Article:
A successful BI program produces a variety of business benefits in an organization. For example, BI enables C-suite executives and department managers to monitor business performance on an ongoing basis so they can act quickly when issues or opportunities arise. Analyzing customer data helps make marketing, sales and customer service efforts more effective. Supply chain, manufacturing and distribution bottlenecks can be detected before they cause financial harm. HR managers are better able to monitor employee productivity, labor costs and other workforce data.
Overall, the key benefits that businesses can get from BI applications include the ability to:
- speed up and improve decision-making;
- optimize internal business processes;
- increase operational efficiency and productivity;
- spot business problems that need to be addressed;
- identify emerging business and market trends;
- develop stronger business strategies;
- drive higher sales and new revenues; and
- gain a competitive edge over rival companies.
BI initiatives also provide narrower business benefits — among them, making it easier for project managers to track the status of business projects and for organizations to gather competitive intelligence on their rivals. In addition, BI, data management and IT teams themselves benefit from business intelligence, using it to analyze various aspects of technology and analytics operations.
Types of business intelligence tools and applications
Business intelligence combines a broad set of data analysis applications designed to meet different information needs. Most are supported by both self-service BI software and traditional BI platforms. The list of BI technologies that are available to organizations includes the following:
Ad hoc analysis. Also known as ad hoc querying, this is one of the foundational elements of modern BI applications and a key feature of self-service BI tools. It’s the process of writing and running queries to analyze specific business issues. While ad hoc queries are typically created on the fly, they often end up being run regularly, with the analytics results incorporated into dashboards and reports.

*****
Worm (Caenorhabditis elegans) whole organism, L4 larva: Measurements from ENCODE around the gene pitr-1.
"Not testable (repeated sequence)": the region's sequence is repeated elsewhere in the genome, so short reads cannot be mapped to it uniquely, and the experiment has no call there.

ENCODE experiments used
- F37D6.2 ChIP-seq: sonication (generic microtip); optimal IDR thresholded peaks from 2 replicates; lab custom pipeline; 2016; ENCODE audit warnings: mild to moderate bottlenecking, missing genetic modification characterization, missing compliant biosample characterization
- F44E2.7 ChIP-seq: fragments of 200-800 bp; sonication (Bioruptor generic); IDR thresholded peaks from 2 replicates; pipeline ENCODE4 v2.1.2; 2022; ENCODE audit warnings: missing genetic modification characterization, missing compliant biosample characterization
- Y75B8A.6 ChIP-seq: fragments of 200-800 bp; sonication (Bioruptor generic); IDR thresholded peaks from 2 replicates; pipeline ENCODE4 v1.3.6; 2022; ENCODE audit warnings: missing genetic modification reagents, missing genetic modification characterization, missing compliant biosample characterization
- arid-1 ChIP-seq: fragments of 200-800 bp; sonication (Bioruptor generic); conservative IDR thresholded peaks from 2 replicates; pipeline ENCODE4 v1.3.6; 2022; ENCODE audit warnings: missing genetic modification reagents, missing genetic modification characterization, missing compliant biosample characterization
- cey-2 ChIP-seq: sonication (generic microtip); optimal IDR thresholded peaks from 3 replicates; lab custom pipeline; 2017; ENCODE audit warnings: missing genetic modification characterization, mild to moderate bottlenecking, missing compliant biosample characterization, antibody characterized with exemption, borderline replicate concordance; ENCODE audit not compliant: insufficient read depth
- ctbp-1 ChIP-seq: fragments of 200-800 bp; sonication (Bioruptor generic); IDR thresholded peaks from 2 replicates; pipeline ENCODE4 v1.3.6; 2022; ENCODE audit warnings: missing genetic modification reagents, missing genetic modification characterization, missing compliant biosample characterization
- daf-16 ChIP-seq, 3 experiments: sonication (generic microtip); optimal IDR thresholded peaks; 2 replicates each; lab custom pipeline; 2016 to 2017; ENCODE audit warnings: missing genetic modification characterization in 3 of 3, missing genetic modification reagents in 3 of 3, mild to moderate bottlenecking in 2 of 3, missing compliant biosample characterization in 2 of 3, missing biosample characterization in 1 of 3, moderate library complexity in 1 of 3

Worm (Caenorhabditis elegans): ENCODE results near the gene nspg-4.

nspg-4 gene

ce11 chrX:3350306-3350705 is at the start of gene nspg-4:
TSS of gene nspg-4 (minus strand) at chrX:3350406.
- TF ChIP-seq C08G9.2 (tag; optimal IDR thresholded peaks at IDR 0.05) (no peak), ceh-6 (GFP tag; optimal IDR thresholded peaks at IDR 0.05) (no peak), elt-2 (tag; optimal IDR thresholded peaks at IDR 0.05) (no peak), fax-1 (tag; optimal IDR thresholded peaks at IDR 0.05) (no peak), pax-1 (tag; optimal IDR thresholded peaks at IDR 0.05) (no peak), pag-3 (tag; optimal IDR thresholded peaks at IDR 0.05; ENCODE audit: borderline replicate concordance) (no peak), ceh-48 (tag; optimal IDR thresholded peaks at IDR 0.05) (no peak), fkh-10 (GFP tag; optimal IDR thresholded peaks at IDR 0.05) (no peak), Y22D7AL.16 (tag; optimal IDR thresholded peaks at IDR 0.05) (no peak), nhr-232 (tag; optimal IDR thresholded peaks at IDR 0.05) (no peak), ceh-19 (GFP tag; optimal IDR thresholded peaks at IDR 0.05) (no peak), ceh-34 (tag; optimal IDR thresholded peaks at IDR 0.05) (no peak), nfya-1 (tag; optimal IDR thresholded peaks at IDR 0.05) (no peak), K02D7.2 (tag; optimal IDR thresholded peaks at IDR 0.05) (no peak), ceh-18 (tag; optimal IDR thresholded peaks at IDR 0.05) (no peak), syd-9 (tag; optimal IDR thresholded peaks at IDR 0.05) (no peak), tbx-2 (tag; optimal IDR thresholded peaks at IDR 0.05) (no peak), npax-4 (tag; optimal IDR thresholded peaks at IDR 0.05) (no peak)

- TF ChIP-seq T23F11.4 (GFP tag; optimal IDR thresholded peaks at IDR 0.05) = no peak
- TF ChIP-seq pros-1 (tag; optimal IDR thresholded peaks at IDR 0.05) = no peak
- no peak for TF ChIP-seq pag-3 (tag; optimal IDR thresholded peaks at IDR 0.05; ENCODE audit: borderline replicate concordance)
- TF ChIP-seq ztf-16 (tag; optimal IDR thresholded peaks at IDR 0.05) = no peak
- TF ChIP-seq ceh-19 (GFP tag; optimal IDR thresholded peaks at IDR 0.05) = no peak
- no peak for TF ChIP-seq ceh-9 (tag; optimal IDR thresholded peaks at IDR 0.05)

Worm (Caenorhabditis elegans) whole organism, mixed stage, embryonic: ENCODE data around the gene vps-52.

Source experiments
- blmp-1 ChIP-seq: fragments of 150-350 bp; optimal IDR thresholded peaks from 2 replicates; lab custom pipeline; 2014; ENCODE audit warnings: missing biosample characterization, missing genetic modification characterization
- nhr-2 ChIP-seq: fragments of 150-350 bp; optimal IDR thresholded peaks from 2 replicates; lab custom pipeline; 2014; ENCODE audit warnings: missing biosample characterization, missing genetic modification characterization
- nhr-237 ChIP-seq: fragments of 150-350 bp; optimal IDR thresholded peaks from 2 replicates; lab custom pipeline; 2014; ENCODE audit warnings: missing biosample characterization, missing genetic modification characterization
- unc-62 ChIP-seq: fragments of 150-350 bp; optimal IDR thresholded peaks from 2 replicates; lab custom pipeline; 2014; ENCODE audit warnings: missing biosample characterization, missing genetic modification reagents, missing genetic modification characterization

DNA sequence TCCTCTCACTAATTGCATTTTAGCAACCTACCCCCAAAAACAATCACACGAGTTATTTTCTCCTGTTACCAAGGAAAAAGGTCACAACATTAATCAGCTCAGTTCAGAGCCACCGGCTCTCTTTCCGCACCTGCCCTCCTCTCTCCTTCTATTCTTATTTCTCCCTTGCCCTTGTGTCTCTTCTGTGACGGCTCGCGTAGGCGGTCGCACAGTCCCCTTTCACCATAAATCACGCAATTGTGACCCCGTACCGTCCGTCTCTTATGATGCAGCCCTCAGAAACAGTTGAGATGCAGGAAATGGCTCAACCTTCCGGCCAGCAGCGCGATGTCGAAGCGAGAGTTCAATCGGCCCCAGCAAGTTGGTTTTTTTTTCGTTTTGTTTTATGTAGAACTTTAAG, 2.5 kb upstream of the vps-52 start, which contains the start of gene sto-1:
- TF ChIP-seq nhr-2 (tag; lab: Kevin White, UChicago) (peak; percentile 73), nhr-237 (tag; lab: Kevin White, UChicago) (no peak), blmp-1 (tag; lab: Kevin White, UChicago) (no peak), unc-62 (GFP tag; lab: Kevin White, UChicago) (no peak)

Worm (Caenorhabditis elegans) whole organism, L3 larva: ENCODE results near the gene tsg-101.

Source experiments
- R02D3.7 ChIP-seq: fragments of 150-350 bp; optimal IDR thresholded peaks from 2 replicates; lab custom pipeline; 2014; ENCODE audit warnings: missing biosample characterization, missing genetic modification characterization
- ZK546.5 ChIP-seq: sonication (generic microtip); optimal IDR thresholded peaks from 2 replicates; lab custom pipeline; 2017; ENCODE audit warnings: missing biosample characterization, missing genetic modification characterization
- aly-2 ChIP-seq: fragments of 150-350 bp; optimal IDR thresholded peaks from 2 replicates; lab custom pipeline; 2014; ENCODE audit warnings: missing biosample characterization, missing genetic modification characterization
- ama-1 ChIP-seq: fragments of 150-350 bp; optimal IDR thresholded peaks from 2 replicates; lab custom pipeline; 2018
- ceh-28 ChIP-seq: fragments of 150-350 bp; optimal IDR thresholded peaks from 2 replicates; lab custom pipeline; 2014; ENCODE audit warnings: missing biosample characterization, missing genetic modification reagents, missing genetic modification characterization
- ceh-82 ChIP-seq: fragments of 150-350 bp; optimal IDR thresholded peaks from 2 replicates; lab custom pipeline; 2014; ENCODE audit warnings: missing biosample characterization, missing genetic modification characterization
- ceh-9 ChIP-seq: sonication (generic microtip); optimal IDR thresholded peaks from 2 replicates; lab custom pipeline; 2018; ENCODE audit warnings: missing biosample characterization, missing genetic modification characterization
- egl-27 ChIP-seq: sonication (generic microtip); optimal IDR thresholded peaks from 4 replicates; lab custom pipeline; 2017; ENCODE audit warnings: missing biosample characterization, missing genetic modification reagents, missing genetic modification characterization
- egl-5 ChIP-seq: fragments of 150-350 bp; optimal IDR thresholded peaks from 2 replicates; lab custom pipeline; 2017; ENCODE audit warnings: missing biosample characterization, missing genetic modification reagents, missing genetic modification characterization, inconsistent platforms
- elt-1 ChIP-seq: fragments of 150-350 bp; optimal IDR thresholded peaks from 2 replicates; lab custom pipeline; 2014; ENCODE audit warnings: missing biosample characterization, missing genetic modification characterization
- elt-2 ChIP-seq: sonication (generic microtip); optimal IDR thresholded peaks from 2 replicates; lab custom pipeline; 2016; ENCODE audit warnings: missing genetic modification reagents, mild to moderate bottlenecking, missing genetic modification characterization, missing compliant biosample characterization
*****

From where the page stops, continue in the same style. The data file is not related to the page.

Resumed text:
Online analytical processing (OLAP). One of the early BI technologies, OLAP tools enable users to analyze data along multiple dimensions, which is particularly suited to complex queries and calculations. In the past, the data had to be extracted from a data warehouse and stored in multidimensional OLAP cubes, but it’s increasingly possible to run OLAP analyses directly against columnar databases.
Mobile BI. Mobile business intelligence makes BI applications and dashboards available on smartphones and tablets. Often used more to view data than to analyze it, mobile BI tools typically are designed with an emphasis on ease of use. For example, mobile dashboards may only display two or three data visualizations and KPIs so they can easily be viewed on a device’s screen.
Real-time BI. In real-time BI applications, data is analyzed as it’s created, collected and processed to give users an up-to-date view of business operations, customer behavior, financial markets and other areas of interest. The real-time analytics process often involves streaming data and supports decision analytics uses, such as credit scoring, stock trading and targeted promotional offers.
Operational intelligence (OI). Also called operational BI, this is a form of real-time analytics that delivers information to managers and frontline workers in business operations. OI applications are designed to aid in operational decision-making and enable faster action on issues — for example, helping call center agents to resolve problems for customers and logistics managers to ease distribution bottlenecks.
Software-as-a-service BI. SaaS BI tools use cloud computing systems hosted by vendors to deliver data analysis capabilities to users in the form of a service that’s typically priced on a subscription basis. Also known as cloud BI, the SaaS option increasingly offers multi-cloud support, which enables organizations to deploy BI applications on different cloud platforms to meet user needs and avoid vendor lock-in.
Open source BI (OSBI). Business intelligence software that is open source typically includes two versions: a community edition that can be used free of charge and a subscription-based commercial release with technical support by the vendor. BI teams can also access the source code for development uses. In addition, some vendors of proprietary BI tools offer free editions, primarily for individual users.